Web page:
The number one flaw in most young professionals today is that they simply love the sound of their own voice. I don’t blame them as research from Forbes, Harvard Business Review, Fast Company and many more all suggest that the one who talks the most is perceived to be the leader. Young professionals are at a stage where they must push their ideas and flex their authority over counterparts in various settings in the workforce. It is critical to share your viewpoint to further establish your knowledge to co-workers, but to a point. Your intent should not be to keep yapping away trying to object, critique, or convince everyone you see. The now popular “saying anything is better than saying nothing” approach will not impress those experienced professionals. The only people you will “wow” are the ones that do not matter in your professional development.
People who just keep on blabbing or practice fake listening are thinking, “I’m smarter than you and I know what you’re going to tell me, so let’s make this really efficient for both of us. I won’t have to listen, and we can get to the really important part of the conversation: me telling you what to do.” This may have worked for you thus far but as you become surrounded by equals and climb the ladder of professional development, your arrogance will shine through the smokes and mirrors.
Many young professionals claim they do listen to counterparts but in reality are just mentally preparing to attack or interject their (often empty) viewpoint. From meetings to lunch time chats, some top young professionals are wired into senselessly critiquing ideas or trying to convince someone of their skills. They ignore the skill of listening to focus on how to articulate and present their own views more effectively. This will not help your progress as young professionals are at a point in their life where they need to listen to those with more experience and their peers. Mckinsey recommends us to show respect for conversation partners, spending less time speaking, yet challenge assumptions with the intent to enrich conversations with substance. “Active listening” is now being used to fake genuine listening, spend time on what is being said not only on how you look to the professionals around you.
Advice from Experts
“I learned to listen by having only one objective: comprehension. I was only trying to understand what the person was trying to convey to me.” – Sam Palmisano IBM’s former CEO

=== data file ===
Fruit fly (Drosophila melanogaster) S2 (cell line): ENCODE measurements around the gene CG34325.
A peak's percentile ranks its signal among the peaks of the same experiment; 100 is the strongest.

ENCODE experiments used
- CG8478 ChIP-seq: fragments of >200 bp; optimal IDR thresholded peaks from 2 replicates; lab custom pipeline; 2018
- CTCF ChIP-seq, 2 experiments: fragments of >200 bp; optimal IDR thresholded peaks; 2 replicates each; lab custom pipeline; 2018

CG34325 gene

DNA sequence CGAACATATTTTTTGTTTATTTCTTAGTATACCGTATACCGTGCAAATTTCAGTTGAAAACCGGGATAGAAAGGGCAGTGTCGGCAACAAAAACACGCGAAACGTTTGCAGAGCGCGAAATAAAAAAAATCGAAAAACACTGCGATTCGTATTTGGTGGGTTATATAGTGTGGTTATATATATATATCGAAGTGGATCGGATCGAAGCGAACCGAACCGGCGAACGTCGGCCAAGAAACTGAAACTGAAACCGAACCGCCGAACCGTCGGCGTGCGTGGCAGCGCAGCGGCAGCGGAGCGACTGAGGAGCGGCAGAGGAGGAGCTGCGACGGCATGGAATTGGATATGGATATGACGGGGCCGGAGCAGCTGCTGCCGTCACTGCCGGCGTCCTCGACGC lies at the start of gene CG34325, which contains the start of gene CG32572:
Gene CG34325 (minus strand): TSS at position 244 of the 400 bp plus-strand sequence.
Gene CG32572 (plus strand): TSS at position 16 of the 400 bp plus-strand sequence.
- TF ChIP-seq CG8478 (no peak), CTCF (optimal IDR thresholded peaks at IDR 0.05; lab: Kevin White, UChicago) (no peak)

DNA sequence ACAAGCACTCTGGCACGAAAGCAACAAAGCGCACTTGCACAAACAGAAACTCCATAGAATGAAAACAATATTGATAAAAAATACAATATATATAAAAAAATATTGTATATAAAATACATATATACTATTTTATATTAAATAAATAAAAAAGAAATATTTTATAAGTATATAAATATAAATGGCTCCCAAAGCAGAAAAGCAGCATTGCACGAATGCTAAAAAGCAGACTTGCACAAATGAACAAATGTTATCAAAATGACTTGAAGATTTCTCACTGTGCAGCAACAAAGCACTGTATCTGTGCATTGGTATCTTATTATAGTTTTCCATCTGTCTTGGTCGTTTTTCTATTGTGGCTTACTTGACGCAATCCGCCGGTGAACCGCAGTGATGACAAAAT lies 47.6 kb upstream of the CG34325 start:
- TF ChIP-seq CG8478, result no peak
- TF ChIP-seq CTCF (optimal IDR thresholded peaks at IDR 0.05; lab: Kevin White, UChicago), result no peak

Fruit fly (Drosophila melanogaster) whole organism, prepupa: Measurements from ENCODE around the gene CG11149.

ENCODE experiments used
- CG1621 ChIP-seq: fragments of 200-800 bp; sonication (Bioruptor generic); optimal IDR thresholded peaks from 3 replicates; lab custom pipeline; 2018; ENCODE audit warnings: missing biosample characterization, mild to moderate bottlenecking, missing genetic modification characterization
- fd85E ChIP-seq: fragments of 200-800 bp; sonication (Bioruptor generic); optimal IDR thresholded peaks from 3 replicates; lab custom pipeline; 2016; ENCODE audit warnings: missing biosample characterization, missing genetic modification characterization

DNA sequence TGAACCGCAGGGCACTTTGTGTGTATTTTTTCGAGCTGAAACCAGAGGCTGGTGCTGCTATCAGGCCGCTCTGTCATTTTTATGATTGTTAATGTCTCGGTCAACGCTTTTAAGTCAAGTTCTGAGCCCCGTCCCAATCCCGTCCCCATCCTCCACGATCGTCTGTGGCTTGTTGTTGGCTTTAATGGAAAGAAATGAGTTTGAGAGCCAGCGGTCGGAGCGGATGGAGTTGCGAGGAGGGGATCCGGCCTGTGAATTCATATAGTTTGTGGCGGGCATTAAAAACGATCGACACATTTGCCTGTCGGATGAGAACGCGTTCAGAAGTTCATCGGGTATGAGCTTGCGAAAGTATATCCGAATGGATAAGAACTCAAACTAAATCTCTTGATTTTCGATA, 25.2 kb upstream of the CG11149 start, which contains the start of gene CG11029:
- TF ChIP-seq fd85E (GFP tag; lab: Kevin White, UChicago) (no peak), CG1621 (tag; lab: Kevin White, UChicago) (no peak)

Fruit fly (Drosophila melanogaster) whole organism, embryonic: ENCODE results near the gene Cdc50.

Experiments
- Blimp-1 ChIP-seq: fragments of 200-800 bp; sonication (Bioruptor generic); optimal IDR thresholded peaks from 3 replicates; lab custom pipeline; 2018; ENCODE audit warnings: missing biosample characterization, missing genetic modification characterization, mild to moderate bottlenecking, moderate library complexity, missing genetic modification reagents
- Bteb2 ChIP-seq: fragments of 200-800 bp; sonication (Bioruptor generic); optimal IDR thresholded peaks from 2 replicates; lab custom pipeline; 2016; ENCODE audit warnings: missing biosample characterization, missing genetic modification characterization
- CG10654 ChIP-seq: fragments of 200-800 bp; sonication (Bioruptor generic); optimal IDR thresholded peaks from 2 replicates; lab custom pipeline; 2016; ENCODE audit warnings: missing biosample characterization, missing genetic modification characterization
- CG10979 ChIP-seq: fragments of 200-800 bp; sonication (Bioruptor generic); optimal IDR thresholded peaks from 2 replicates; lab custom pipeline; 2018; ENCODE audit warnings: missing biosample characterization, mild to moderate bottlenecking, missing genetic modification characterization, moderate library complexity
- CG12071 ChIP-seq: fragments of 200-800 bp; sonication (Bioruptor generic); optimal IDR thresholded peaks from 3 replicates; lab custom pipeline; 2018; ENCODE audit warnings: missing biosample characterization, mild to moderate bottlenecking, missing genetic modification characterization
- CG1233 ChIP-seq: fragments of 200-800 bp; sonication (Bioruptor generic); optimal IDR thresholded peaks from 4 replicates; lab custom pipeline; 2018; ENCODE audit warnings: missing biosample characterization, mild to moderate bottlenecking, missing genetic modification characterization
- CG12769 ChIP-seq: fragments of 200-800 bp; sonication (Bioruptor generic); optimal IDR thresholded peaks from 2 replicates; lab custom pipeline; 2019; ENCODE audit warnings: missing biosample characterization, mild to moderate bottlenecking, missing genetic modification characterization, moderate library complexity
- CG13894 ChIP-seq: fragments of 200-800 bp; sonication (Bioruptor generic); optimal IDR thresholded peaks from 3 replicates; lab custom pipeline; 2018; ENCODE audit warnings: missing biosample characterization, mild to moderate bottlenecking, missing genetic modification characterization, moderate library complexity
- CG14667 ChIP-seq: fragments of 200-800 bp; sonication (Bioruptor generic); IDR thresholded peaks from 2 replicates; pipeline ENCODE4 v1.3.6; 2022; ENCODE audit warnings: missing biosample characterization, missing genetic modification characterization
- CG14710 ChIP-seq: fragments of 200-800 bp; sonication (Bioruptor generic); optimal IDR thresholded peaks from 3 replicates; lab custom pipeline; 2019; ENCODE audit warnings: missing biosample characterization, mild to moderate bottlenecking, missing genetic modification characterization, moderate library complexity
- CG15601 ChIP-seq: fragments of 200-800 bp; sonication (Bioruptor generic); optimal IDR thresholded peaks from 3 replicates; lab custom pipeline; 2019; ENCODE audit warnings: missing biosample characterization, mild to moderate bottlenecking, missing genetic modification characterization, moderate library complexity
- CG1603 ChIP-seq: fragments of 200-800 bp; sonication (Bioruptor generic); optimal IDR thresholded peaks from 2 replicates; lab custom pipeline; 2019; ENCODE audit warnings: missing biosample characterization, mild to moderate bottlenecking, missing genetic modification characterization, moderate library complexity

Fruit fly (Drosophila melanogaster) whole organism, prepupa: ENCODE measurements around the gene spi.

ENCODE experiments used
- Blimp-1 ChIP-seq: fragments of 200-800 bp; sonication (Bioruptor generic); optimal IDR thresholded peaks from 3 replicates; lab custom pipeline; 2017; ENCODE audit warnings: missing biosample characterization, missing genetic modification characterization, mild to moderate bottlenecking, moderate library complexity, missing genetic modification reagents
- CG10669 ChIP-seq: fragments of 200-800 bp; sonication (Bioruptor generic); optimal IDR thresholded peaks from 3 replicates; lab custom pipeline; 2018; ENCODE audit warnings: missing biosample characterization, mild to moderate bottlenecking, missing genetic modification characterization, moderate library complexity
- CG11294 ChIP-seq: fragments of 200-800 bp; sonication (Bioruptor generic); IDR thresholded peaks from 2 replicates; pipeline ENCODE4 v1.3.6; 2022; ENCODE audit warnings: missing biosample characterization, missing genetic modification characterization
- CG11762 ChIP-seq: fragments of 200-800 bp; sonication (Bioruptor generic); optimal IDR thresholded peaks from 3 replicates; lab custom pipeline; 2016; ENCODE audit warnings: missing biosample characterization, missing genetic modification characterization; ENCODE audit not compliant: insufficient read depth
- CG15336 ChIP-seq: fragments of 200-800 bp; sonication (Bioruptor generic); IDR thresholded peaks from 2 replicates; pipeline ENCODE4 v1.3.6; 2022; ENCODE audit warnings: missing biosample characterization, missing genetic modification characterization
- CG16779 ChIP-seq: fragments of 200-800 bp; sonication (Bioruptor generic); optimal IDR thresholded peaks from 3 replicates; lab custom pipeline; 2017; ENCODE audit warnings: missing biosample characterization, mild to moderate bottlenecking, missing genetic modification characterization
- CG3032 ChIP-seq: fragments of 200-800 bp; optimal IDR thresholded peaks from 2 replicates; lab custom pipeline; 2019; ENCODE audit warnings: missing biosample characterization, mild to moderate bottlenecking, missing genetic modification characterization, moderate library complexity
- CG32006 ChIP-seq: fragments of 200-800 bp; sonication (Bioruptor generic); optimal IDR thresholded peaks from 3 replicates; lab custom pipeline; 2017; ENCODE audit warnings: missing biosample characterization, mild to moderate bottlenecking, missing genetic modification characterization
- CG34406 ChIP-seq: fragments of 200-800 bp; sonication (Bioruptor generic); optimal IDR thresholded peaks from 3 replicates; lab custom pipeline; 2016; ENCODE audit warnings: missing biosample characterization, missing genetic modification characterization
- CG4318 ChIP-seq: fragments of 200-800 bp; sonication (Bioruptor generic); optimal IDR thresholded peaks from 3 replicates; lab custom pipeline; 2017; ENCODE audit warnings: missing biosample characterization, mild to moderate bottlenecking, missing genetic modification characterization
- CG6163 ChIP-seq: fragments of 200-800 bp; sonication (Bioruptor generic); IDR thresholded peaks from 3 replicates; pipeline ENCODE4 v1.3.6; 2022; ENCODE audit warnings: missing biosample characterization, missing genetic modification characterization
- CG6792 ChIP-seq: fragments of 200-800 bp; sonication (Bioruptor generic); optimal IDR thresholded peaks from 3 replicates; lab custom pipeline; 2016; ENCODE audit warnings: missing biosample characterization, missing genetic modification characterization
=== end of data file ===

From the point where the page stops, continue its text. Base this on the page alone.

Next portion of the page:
“Listening is a threshold skill: if you don’t have it, you will fail, but having it doesn’t mean you will necessarily succeed.” – Kevin Sharer Amgen’s current CEO
Types of Fake Listeners
The list below has been modified from Mckinsey’s report on listening. Mindthis has converted the report, which was geared towards senior executives, for young professionals.
Listens to others primarily to determine whether or not their ideas conform to what he or she already believes to be true. Opinionators may appear to be listening closely, but they aren’t listening with an open mind and instead often use their silences as opportunities to “reload.”
The effect of this listening style is to make conversation partners uncomfortable or even to intimidate them. Opinionators routinely squelch their colleagues’ ideas, regardless of quality.
The Preambler’s windy lead-ins and questions are really stealth speeches, often intended to box conversation partners into a corner.
Preamblers use questioning to steer the discussion, send warnings, or generate a desired answer. Such behavior epitomizes one-way communication, which may be appealing at first, but eventually as your reputation solidifies, your colleagues will see right through your BS. Masking self-promoting speeches as questions will only frustrate the ones who matter around you.
They talk a lot without saying anything.
If you pay close attention to one of these poor listeners, you’ll find that their comments and questions don’t advance the conversation. As often as not, perseverators are editing on the fly and fine-tuning their thoughts through reiteration. Perseverators use the thoughts of their conversation partners to support their own prejudices, biases, or ideas. When talking to one, you may feel that the two of you are having completely different conversations.
Bernard T. Ferrari’s Power Listening: Mastering the Most Critical Business Skill of All highlights why it is important to focus on “strategic listening”: a purposeful, multifaceted, time- sensitive listening system that helps you get the signals you need from your ecosystem. He argues that listening can be learned, but to change your behavior on any important dimension you’ve got to have deep self-awareness. You have to change, and you have to want to change—and you can’t fake it.
Message from Bernard
“Throughout my career, I’ve observed that good listeners tend to make better decisions, based on better-informed judgments, than ordinary or poor listeners do—and hence tend to be better leaders. By showing respect to our conversation partners, remaining quiet so they can speak, and actively opening ourselves up to facts that undermine our beliefs, we can all better cultivate this valuable skill.”
In short, young professionals must avoid being bad listeners who just treat conversations as opportunities to broadcast their own status or ideas, or who spend more time formulating their next response than listening to their conversation partners. Shut up and Listen.